New York City is bursting at the seams with free and affordable activities for all. So get out of your dorm room (or apartment), breath in that city air and enjoy all it has to offer.

Come check out the UG! Comedy Show in the East Village. Todd Montesi and Pat Rigby will be hosting the event, which will include numerous skits and lots of laughs.

PHOTOVILLE (9/21 – 25):

ENCLAVE READING SERIES (9/24): The Enclave Reading Series is known for featuring established and emerging authors of national recognition for creative, innovative work. The event is held monthly and has hosted meetings for 10 years.

The Global Citizen Festival will take place on the Great Lawn in Central Park. Rihanna, Metallica, Kendrick Lamar and more will headline the festival in an effort to combat some of the planet’s pressing issues.

WASHINGTON SQUARE PARK FOLK FESTIVAL (9/24–25):

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W27

Designers JINDAN PIAO & SIMIN WANG On their Way to Fashion Fame BY DANIEL NISSIM

The dream of every fashion design student is to share their work with the world — to see their designs on the runway and on the streets. Second year fashion design students Jindan Piao and Simin Wang are on their way to living that dream. Piao and Wang started their label, 1995NYC, in April and have been growing their business ever since. I had the pleasure of sitting down with these designers to talk about their journey through the world of fashion and the challenges of running their own company.

DANIEL NISSIM: WHAT LED YOU TO STUDY FASHION DESIGN? Jindan Piao: I think my mom affected me a lot about fashion, and I’ve always had lot of ideas about clothes. I wanted to be a fashion designer when I was very little. Simin Wang: I think it’s the splendor of fashion shows.

DN: WHAT SOURCES DO YOU DRAW UPON FOR YOUR COLLECTIONS?

DN: HOW HAS FIT HELPED YOU START YOUR OWN BRAND?

JP: I have a certain journal to collect my ideas together, and I look up many fashion magazines and social media platforms like Instagram.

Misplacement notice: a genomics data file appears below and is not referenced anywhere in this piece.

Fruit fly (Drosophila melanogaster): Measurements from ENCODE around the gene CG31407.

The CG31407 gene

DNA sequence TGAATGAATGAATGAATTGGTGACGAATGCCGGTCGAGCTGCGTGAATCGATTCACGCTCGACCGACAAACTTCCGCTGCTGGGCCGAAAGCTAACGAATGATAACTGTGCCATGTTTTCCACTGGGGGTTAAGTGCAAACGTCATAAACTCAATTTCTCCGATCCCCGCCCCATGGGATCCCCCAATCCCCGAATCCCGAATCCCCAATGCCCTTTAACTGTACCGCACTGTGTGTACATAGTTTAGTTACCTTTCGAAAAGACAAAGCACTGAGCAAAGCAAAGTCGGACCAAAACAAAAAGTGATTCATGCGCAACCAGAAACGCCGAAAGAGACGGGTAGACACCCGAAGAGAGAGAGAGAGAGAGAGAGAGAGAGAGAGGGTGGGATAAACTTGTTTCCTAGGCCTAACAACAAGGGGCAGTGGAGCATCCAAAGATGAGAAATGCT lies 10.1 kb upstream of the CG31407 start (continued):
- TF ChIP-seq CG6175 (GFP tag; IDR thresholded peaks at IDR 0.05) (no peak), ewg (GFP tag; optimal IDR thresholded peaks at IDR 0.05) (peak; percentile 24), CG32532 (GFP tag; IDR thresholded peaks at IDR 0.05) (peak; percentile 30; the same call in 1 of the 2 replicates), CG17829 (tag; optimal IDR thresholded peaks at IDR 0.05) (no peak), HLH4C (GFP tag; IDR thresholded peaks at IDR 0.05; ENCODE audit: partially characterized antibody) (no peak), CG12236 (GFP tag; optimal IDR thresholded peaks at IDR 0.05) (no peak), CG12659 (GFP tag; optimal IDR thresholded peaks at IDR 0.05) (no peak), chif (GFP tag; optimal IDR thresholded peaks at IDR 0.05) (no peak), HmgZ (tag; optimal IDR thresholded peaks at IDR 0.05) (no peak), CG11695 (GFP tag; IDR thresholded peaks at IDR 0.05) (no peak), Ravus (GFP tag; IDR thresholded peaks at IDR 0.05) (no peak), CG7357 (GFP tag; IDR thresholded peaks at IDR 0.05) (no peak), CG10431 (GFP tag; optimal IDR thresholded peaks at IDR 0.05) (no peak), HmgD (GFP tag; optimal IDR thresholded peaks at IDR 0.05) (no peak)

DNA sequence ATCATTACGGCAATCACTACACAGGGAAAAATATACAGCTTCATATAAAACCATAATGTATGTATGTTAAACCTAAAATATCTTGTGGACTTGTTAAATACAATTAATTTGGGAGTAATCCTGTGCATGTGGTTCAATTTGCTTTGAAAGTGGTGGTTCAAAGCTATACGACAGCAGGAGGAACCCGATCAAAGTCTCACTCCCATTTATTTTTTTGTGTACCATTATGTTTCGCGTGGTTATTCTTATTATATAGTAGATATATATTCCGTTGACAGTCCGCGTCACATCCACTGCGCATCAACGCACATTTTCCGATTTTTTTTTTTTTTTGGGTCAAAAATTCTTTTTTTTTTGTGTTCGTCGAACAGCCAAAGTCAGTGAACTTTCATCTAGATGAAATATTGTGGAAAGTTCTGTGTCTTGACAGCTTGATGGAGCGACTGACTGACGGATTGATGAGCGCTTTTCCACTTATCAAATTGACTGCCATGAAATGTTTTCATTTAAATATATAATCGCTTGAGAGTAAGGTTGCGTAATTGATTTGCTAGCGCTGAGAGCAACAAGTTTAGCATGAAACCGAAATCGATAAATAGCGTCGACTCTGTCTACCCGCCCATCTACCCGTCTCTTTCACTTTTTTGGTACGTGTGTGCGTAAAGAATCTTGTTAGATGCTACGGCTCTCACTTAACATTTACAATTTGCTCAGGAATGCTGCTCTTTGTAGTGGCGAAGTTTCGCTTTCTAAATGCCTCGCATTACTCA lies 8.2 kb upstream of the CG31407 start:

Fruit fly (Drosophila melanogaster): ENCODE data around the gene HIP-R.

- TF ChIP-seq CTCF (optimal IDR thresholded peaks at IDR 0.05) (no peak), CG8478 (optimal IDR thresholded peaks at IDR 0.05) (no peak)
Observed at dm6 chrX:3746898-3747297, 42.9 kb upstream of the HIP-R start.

JP: I think FIT is a good place to meet people — I found my partner at FIT. I feel so lucky.

SW: Funny, funky and fabulous photographs.

SW: FIT is more practical than other schools, and it has useful resources to get in touch with the industry.


FIT

SEPTEMBER 2016

DN: WHAT HAS BEEN YOUR BIGGEST CHALLENGE IN STARTING YOUR OWN COMPANY? JP: Definitely the money. DN: WHAT ADVICE WOULD YOU GIVE TO STUDENTS LOOKING TO START THEIR OWN COMPANY? JP: Just do it! I think the best way to learn is to experience the whole process. I think working for some company first will be a safe choice. Stand out of the box and try to reach more people — that's crucial in the fashion industry. SW: Start running even though you just learned how to walk.

DN: IF YOU COULD COLLABORATE WITH ANY DESIGNER, WHO WOULD YOU COLLABORATE WITH? JP: I would love to collaborate with Alessandro Michele! He is so creative and bold! He knows how to think in a different way and has a very open mind. Gucci is so lucky to have him. And also Henrik Vibskov — he's also a genius. His designs are full of playful details and amazing structure. I admire him a lot. SW: I think it’s Alexander Wang.

SW: I believe it’s the financial part — how to control your budget and how to make profit.

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W27

APPLE GAMBLES ON THE FUTURE OF HEADPHONES

PHOTO COURTESY: MAURIZIO PESCE (FLICKR)

BY DANIEL NISSIM

On Sept. 7, Apple released their latest iteration to the iPhone line — the iPhone 7 and the iPhone 7 Plus. Like previous generations, they feature faster processors, improved cameras and other various upgrades. However, the change that surprised no one, but still stunned everyone, was Apple’s decision to remove the headphone jack from the new iPhones. However, Apple’s decision to remove the headphone jack from the new iPhones was a game changer. — or something like this, I don’t like the way that sentence sounds The headphone jack, a 3.5 mm port, has been around since its implementation in radios in the 50s, according to CBC News. Since then, it has been a standard when it comes to the personal audio experience — it was critical in Sony’s Walkman technology. It’s a fairly simple technology and companies have not dared to upgrade due to its widespread use. Everyone has a pair of headphones or earbuds that are guaranteed to work in all of their devices. Apple is once again challenging the norm. Don’t be mistaken. You can still use your handy pair of headphones with the iPhone 7’s included Lightning to 3.5 mm Headphone Jack Adaptor, but that’s just another peripheral for you to forget to bring or to lose. Apple has also included a pair of EarPods with Lightning Cable, but they’re an ok set of earbuds at best. If you end up using wired headphones, you won’t be able to charge your phone at the same time. Belkin’s offering a $40 Lightning splitter, but should you really have to pay for an adapter to simply charge your phone and listen to some tunes? Ultimately, Apple is banking on two standards: Bluetooth headphones and Lightning cable headphones. Apple is personally investing in the wireless headphone game with the announcement of